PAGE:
Les Misérables by Victor Hugo

Les Misérables book cover
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What is the theme of Les Misérables?  

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The theme of Victor Hugo's novel is suggested by its title Les Miserables. If tells about the miserable lives of the poor. The thesis, however, is that one act of Christian kindness can change a man's character for the rest of his life. The entire novel illustrates this thesis. The remarkable kindness of Bishop Bienvenu when he saves Jean Valjean from returning to the galleys by giving him his silver candlesticks effects a transformation in the convict's character which transforms the lives of others, particularly that Cosette, the little girl he saves from the vicious Thenardiers, and that of Marius Pontmercy, the man Cosette ultimately marries. Valjean does good work wherever he goes. He sets up businesses which provide employment for many people. His nemesis Inspector Javert represents the antithesis in the story. His attitude must be that people cannot change. It is important to him to capture Jean Valjean and send him back to the galleys because it will validate his counter-thesis that men cannot be changed by the love and forgiveness taught by Christianity. In spite of its heavy romanticism, the novel is captivating because Victor Hugo was one of the greatest writers of all time.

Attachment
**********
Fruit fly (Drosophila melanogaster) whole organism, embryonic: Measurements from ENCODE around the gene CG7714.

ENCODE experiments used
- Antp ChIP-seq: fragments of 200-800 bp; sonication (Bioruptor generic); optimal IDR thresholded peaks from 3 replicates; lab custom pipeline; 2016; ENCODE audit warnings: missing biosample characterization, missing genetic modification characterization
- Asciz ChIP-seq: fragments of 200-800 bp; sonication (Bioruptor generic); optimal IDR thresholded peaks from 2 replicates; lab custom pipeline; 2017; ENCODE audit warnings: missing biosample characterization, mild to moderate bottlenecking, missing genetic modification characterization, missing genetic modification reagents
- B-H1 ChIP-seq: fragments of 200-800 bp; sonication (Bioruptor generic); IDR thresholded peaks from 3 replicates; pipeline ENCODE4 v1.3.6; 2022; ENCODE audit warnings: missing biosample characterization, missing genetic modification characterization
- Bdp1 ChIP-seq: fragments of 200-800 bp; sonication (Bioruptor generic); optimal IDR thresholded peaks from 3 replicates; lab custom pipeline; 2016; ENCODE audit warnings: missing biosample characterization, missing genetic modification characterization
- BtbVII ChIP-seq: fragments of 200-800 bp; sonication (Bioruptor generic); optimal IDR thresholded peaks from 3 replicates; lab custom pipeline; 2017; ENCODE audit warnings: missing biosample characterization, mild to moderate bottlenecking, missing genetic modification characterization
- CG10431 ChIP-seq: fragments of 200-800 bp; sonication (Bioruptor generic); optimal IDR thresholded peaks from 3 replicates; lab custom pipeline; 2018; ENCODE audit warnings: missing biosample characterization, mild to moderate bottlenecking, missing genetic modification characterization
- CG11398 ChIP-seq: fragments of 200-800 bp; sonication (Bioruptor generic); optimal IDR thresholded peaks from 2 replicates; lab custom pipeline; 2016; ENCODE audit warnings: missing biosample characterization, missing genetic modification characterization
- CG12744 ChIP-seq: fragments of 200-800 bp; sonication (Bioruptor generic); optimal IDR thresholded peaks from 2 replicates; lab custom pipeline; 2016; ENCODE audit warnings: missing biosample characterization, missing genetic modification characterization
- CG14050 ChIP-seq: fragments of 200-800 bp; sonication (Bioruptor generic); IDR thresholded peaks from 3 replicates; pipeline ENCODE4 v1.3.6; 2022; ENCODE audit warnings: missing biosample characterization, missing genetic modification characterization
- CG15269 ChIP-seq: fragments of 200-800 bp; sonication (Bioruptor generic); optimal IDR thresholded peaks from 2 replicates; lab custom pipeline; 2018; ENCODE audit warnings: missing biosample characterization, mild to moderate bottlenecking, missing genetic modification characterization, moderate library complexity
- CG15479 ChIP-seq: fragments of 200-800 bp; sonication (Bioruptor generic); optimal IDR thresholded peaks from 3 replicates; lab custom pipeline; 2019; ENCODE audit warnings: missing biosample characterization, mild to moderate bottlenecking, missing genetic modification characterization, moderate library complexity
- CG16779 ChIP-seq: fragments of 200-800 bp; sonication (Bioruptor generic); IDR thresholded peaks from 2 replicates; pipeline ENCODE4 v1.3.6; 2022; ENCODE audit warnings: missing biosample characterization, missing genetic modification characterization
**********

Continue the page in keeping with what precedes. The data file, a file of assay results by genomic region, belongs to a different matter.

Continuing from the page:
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Gwen Lesch eNotes educator | Certified Educator

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The novel Les Misérables by Victor Hugo explores many themes of social injustice--including class conflict, human rights, and the role of transformation in the course of a life--through the lens of the revolution in Paris of 1832.

The book follows Jean Valjean, a man who serves nineteen years in prison for stealing a loaf of bread to feed his starving family; four of those are for the original crime, and the other fifteen are a result of an escape attempt he...

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